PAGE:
Habit planning contemplates the characterization of the benefit, and the description of the action involved in the execution of the habit. Let’s look at each of the steps:
- Benefit: Creating a habit requires, as we have already said, discipline, determination in its execution, and willingness, so it is essential to have very clear in mind the benefit that we are seeking. It is necessary to define a purpose, that is, what is the gain that we will have by acting habitually in this or that way. We may even characterize the short-term gains (those arising from the simple execution of the action), and the long-term ones (those arising from the introduction of the action as a habit).
- Action: We must describe the procedure or routine that we are engaging to get the benefit we want. It is important that we keep in mind, as succinctly as possible, but as much detailed as necessary, the description of the action we must take, and the behavior we have to take.
Example of the Fitness Center
Let’s see an example of easy understanding. We are seeking the benefit of improving health, controlling weight, and increasing readiness at work. For this, we understand that we need to start activities three times a week at a gym. Let’s start our activities at 06:30 in the morning, for 50 minutes. Therefore, the formation of our habit would be described as follows:
- Benefit: general well-being, improve health, control weight, and increase disposition at work;
- Action: set the alarm clock to play every Monday, Wednesday and Friday at 05:30 in the morning. Eat some bananas and take a pre workout shake, then go do activities at the gym, for 50 minutes. Before you say that waking up at 05:30 is too early, I mean that I’ve already trained for more than 5 years, waking up at 4:30 a.m. but of course you should get a schedule compatible with your routine, and this can be at late afternoon. When people find out that you wake up early to go and do some physical activity, they usually say, “Wow! You have to really like to wake up early! ” What?! How many people do you know who really like to wake up so early? … Even more so on the winter days. I, of course, would rather wake up at 06:30, than at 04:30. What I like is the “benefit” I get doing that, and that’s exactly what moves me, which makes me wake up early. Likewise, the benefit you want to get is what should move you!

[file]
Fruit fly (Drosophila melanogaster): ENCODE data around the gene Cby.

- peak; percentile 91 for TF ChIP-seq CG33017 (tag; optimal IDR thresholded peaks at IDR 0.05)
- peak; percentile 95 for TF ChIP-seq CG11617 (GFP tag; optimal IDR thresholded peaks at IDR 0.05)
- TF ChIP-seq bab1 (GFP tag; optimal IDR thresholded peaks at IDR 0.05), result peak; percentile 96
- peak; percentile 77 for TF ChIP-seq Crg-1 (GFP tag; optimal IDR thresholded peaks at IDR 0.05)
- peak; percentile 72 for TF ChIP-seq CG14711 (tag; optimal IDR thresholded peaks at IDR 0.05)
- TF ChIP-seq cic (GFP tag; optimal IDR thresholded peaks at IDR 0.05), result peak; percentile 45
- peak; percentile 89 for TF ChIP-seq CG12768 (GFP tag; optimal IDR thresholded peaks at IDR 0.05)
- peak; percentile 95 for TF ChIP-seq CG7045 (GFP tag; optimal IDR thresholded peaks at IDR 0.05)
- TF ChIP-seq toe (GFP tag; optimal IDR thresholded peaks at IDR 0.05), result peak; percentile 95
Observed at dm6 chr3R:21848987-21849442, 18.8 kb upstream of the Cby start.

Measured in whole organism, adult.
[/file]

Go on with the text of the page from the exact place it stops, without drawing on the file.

In this example of the gym, every time the alarm rings, you will take action, realizing the reward you will have, and thinking about the benefit you will be enjoying at the end of the workout (besides the short-term well-being, improved long-term health). Obviously, there will be mornings you might think, “Not today, I’m tired … I did not sleep well … I’d better get some more sleep.” This type of thinking is a way of being reluctant to change and embrace the new habit. This is normal when it is not clear what benefit you are seeking, or even the relevance of it to you. Make your brain visualize the benefit, create a positive mental image, it is important to stimulate the execution of the habit by facilitating its creation.